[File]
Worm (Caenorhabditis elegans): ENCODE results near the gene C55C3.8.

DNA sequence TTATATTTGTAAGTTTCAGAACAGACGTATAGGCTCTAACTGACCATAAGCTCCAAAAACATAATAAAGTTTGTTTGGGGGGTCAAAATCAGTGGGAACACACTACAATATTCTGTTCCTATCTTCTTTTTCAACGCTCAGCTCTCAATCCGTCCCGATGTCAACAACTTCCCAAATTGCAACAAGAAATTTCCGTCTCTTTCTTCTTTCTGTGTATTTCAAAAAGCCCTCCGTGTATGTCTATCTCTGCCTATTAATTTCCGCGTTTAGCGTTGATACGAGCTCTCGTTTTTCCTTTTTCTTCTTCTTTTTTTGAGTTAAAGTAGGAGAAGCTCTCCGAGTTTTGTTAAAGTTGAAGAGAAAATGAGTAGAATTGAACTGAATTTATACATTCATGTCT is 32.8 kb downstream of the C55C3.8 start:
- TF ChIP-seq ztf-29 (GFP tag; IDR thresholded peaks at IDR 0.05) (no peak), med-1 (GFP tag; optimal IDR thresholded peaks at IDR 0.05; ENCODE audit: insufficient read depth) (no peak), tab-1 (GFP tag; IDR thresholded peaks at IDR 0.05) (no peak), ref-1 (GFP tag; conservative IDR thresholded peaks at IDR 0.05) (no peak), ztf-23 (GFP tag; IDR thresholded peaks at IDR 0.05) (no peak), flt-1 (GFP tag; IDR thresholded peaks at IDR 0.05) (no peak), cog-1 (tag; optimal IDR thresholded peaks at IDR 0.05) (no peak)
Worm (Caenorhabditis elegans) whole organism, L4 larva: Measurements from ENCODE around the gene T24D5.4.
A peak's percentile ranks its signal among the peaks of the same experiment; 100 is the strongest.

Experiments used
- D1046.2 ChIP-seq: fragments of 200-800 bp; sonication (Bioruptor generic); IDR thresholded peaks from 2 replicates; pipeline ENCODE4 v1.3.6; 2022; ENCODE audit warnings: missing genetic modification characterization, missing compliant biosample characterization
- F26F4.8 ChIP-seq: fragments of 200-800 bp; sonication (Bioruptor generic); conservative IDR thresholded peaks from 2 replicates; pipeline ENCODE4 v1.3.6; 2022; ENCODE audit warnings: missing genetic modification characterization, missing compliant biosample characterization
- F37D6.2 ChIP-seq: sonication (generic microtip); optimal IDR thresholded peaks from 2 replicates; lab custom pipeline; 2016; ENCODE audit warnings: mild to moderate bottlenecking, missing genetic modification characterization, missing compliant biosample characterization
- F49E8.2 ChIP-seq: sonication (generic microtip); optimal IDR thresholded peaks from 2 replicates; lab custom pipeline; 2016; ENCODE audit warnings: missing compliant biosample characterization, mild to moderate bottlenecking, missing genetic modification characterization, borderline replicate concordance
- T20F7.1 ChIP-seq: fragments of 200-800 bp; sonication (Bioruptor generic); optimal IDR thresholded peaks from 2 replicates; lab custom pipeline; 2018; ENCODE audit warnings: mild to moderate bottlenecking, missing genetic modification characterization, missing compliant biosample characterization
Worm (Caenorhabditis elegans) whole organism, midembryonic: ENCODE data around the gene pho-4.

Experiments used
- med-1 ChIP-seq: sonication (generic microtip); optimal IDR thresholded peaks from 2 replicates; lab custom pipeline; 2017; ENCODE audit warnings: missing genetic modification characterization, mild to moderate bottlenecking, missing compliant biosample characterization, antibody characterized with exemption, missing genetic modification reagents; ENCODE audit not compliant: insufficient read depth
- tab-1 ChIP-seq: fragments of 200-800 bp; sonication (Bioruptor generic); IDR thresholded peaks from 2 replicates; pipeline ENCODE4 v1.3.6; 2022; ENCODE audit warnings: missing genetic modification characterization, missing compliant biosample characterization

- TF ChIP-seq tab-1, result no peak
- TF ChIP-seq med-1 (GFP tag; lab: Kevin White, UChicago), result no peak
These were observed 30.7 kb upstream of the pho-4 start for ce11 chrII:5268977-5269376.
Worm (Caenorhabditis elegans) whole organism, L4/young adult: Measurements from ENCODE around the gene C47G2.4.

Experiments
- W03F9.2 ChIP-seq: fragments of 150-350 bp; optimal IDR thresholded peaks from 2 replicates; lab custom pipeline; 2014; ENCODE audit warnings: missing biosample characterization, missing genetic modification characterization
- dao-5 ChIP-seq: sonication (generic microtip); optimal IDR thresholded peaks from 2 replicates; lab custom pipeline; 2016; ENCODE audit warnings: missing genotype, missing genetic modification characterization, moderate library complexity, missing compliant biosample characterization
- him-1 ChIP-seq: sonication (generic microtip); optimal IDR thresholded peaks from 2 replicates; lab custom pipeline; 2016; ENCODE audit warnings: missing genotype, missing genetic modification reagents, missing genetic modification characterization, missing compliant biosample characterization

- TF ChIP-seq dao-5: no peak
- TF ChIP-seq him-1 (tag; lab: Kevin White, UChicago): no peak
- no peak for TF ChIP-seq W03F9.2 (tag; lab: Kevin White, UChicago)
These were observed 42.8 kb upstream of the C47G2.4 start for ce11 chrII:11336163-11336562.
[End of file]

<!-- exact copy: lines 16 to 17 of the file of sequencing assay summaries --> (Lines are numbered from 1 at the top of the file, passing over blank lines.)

- TF ChIP-seq tab-1, result no peak
- TF ChIP-seq med-1 (GFP tag; lab: Kevin White, UChicago), result no peak